Las Vegas, NV- People with kidney disease may be at increased risk of cancer, according to new findings presented here at the National Kidney Foundation's 2014 Spring Clinical Meetings.
Men and women with stage 3 chronic kidney disease (CKD) were significantly more likely to be diagnosed with cancer during a five-year follow-up period than their peers with normally functioning kidneys. The research was conducted by Dhruti P. Chen, MD and her colleagues at University Hospitals, Case Western Reserve University School of Medicine, in Cleveland, Ohio.
"While our research is among the few studies which is first to show this association, it does not specifically address the mechanisms," Dr. Chen said. "We can speculate multiple possibilities--including the lack of renal clearance of solutes, which means that in patients with chronic kidney disease there are minerals and waste products that are building up and causing low grade inflammation. The products of this inflammation may be providing the right environment or 'broth' for growth of cancer or tumor cells."
"While this study provides a unique and novel perspective on the association of kidney disease and cancer, there is certainly more research needed to look closely at which specific cancers are more prevalent and which patients may be at higher risk," Dr. Chen said.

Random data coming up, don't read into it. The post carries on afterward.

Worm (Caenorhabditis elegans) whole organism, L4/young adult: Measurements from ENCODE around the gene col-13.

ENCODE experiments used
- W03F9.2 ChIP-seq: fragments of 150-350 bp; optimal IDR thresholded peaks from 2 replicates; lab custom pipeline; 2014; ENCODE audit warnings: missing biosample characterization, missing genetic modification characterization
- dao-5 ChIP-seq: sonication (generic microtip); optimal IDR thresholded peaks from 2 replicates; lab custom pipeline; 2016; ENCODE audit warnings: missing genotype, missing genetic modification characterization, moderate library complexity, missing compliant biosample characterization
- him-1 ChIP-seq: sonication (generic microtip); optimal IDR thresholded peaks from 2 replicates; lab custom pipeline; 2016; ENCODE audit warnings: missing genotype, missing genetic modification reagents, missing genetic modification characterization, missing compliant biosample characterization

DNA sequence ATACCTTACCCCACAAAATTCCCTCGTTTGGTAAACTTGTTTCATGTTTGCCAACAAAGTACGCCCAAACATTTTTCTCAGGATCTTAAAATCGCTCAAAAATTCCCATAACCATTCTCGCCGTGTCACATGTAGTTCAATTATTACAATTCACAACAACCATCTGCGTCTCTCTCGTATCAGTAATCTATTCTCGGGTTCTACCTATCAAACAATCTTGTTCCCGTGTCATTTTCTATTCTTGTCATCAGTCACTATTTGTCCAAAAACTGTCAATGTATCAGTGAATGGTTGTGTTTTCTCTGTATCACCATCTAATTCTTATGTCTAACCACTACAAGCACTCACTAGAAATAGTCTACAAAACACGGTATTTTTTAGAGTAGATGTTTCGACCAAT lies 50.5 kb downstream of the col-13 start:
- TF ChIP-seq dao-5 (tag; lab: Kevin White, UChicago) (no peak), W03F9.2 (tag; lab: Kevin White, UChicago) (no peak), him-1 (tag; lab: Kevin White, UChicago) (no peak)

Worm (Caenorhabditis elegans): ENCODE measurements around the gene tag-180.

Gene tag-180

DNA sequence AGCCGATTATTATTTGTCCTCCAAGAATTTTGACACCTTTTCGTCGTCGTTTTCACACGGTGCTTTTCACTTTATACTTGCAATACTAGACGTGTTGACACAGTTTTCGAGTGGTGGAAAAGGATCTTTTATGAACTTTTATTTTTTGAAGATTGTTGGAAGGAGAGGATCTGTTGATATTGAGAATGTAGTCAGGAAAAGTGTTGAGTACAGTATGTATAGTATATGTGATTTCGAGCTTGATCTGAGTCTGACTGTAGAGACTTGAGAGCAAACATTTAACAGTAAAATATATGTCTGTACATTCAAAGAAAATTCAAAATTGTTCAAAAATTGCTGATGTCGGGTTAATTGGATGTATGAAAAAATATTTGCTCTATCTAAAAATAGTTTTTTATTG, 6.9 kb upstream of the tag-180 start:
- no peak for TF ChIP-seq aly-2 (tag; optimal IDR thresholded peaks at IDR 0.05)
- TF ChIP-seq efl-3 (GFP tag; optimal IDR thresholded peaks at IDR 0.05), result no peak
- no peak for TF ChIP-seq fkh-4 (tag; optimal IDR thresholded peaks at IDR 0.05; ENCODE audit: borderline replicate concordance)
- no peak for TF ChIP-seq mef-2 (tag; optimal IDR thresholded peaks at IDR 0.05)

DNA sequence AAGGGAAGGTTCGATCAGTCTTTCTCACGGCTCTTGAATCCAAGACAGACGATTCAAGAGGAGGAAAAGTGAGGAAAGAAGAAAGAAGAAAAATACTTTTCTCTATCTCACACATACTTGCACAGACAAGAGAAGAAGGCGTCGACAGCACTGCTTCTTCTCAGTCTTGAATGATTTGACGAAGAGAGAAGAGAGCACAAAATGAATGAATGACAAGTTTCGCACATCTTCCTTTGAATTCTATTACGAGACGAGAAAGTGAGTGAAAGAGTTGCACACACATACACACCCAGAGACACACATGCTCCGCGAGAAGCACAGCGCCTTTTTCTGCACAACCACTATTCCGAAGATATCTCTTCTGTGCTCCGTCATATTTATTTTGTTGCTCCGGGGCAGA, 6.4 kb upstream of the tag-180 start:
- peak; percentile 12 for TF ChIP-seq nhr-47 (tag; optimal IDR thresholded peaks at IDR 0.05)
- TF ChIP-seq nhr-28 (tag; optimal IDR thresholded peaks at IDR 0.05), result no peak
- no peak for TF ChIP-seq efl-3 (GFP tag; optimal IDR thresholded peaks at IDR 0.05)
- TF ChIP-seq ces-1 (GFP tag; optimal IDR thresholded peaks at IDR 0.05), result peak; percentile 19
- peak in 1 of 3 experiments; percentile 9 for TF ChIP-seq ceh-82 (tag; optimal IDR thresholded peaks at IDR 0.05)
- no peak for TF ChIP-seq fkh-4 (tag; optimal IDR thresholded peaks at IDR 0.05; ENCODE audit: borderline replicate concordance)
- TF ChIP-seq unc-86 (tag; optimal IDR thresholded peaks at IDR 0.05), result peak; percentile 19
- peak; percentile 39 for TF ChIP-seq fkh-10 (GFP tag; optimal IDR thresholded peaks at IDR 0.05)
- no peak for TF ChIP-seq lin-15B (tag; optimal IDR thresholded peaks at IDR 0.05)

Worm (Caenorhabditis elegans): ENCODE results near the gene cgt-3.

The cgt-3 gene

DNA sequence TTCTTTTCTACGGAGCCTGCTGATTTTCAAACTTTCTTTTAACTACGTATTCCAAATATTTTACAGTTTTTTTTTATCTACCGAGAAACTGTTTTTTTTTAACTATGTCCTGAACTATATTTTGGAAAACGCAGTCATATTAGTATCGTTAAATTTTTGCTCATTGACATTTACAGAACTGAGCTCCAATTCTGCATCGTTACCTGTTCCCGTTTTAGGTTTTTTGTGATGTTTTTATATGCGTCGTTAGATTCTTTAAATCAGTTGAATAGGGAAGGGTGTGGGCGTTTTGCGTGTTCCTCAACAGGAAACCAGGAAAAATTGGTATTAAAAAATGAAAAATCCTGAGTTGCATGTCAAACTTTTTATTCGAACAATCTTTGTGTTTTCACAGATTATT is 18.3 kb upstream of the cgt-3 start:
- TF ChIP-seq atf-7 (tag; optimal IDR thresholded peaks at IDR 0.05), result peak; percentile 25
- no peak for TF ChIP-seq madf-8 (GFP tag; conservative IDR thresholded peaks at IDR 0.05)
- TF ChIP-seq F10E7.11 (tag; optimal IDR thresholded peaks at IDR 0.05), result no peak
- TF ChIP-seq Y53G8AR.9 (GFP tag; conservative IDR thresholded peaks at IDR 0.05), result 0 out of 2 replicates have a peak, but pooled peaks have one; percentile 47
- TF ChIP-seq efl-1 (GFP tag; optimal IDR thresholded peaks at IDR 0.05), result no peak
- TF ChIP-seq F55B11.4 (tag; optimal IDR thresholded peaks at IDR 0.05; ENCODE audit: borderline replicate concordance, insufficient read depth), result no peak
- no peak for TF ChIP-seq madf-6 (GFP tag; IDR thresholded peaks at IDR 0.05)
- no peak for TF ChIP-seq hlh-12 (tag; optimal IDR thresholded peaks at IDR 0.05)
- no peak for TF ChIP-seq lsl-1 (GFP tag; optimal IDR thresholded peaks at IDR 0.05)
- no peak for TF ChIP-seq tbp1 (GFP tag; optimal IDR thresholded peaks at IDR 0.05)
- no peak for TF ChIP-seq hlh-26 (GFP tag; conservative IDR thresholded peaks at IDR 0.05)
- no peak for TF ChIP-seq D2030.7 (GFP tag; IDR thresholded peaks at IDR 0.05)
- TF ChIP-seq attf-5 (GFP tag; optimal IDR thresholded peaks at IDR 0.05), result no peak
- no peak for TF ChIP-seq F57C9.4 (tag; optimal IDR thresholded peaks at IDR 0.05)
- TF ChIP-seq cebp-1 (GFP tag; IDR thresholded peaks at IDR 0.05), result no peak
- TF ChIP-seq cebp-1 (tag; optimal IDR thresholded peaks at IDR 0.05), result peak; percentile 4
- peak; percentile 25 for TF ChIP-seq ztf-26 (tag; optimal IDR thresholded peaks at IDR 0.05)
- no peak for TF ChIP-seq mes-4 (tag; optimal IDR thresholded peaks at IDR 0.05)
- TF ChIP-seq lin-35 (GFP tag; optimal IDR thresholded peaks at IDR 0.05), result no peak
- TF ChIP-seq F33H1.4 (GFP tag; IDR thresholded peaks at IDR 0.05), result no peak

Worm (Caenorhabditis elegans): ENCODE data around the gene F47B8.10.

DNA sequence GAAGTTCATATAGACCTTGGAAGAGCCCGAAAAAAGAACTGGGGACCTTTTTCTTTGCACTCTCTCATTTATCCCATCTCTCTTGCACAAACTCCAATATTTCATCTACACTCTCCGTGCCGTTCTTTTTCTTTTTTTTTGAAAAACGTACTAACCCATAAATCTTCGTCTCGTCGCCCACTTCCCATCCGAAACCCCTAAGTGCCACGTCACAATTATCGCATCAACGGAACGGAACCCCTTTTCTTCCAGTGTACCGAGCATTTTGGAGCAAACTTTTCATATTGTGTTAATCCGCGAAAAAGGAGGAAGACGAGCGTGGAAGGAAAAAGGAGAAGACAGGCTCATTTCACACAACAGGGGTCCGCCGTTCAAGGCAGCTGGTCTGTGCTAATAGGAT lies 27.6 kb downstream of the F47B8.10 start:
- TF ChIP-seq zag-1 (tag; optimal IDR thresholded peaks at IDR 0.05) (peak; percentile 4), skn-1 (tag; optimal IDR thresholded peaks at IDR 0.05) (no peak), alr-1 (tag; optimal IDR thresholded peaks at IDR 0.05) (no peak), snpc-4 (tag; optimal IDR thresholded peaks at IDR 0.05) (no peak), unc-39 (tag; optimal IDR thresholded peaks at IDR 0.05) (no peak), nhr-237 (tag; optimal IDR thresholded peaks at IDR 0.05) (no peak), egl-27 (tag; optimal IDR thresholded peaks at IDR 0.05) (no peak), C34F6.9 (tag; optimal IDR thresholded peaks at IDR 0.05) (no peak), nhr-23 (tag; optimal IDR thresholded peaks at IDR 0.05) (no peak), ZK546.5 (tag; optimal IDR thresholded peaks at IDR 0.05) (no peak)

To investigate whether kidney function and cancer risk might be linked, Dr. Chen and her colleagues analyzed data on 31,896 people participating in the Antihypertensive and Lipid-Lowering Treatment to Prevent Heart Attack Trial (ALLHAT). During follow-up, 2,529 of the study participants were diagnosed with cancer. People with stage 3 or higher chronic kidney disease were more likely to develop cancer, including fatal cancer, than patients with normal kidney function. The increased risk was similar for patients of all ages and races, and for men and women and people with and without diabetes.
Many people with chronic kidney disease don't know they have it, Beth Piraino, MD, President of the National Kidney Foundation, noted. "Given how important the kidney is in eliminating potential toxins from the body, it makes sense that decreased kidney function might increase the risk of cancer," said Piraino. "This is another important reason for people to take care of their kidneys."
"Important steps to take to protect the kidneys are keeping weight down, controlling blood pressure and blood sugar, not smoking, avoiding excessive use pain medications and regular exercise," added Piraino. "This study suggests that the increased risk for cancer is present even in the early stages of kidney disease, so taking those steps to reduce risk of developing kidney disease could be preserving health in numerous ways."
The National Kidney Foundation is the leading organization in the U.S. dedicated to the awareness, prevention and treatment of kidney disease for hundreds of thousands of healthcare professionals, millions of patients and their families, and tens of millions of Americans at risk. For more information, visit www.kidney.org.